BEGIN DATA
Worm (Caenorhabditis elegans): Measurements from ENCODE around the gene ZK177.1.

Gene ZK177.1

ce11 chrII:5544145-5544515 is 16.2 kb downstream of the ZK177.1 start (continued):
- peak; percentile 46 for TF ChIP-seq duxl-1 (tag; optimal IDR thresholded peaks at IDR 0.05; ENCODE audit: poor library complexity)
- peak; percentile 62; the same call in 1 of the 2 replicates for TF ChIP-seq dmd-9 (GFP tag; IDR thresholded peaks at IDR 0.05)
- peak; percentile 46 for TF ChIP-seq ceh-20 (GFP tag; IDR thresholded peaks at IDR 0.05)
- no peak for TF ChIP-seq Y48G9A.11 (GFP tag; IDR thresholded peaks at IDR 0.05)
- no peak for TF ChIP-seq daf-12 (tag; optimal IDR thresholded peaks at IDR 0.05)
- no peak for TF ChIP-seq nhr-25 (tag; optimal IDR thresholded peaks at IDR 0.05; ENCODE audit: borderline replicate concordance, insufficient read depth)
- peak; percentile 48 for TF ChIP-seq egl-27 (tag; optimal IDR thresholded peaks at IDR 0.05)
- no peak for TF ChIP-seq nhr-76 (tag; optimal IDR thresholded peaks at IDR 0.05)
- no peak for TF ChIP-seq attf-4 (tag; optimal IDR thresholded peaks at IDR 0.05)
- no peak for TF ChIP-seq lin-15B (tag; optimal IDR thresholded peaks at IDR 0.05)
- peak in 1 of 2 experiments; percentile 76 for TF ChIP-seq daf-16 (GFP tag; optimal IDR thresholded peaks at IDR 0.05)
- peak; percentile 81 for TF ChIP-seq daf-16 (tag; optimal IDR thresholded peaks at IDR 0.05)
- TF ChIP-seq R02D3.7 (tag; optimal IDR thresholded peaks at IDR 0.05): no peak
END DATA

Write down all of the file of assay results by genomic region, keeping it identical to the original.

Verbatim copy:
Worm (Caenorhabditis elegans): Measurements from ENCODE around the gene ZK177.1.

Gene ZK177.1

ce11 chrII:5544145-5544515 is 16.2 kb downstream of the ZK177.1 start (continued):
- peak; percentile 46 for TF ChIP-seq duxl-1 (tag; optimal IDR thresholded peaks at IDR 0.05; ENCODE audit: poor library complexity)
- peak; percentile 62; the same call in 1 of the 2 replicates for TF ChIP-seq dmd-9 (GFP tag; IDR thresholded peaks at IDR 0.05)
- peak; percentile 46 for TF ChIP-seq ceh-20 (GFP tag; IDR thresholded peaks at IDR 0.05)
- no peak for TF ChIP-seq Y48G9A.11 (GFP tag; IDR thresholded peaks at IDR 0.05)
- no peak for TF ChIP-seq daf-12 (tag; optimal IDR thresholded peaks at IDR 0.05)
- no peak for TF ChIP-seq nhr-25 (tag; optimal IDR thresholded peaks at IDR 0.05; ENCODE audit: borderline replicate concordance, insufficient read depth)
- peak; percentile 48 for TF ChIP-seq egl-27 (tag; optimal IDR thresholded peaks at IDR 0.05)
- no peak for TF ChIP-seq nhr-76 (tag; optimal IDR thresholded peaks at IDR 0.05)
- no peak for TF ChIP-seq attf-4 (tag; optimal IDR thresholded peaks at IDR 0.05)
- no peak for TF ChIP-seq lin-15B (tag; optimal IDR thresholded peaks at IDR 0.05)
- peak in 1 of 2 experiments; percentile 76 for TF ChIP-seq daf-16 (GFP tag; optimal IDR thresholded peaks at IDR 0.05)
- peak; percentile 81 for TF ChIP-seq daf-16 (tag; optimal IDR thresholded peaks at IDR 0.05)
- TF ChIP-seq R02D3.7 (tag; optimal IDR thresholded peaks at IDR 0.05): no peak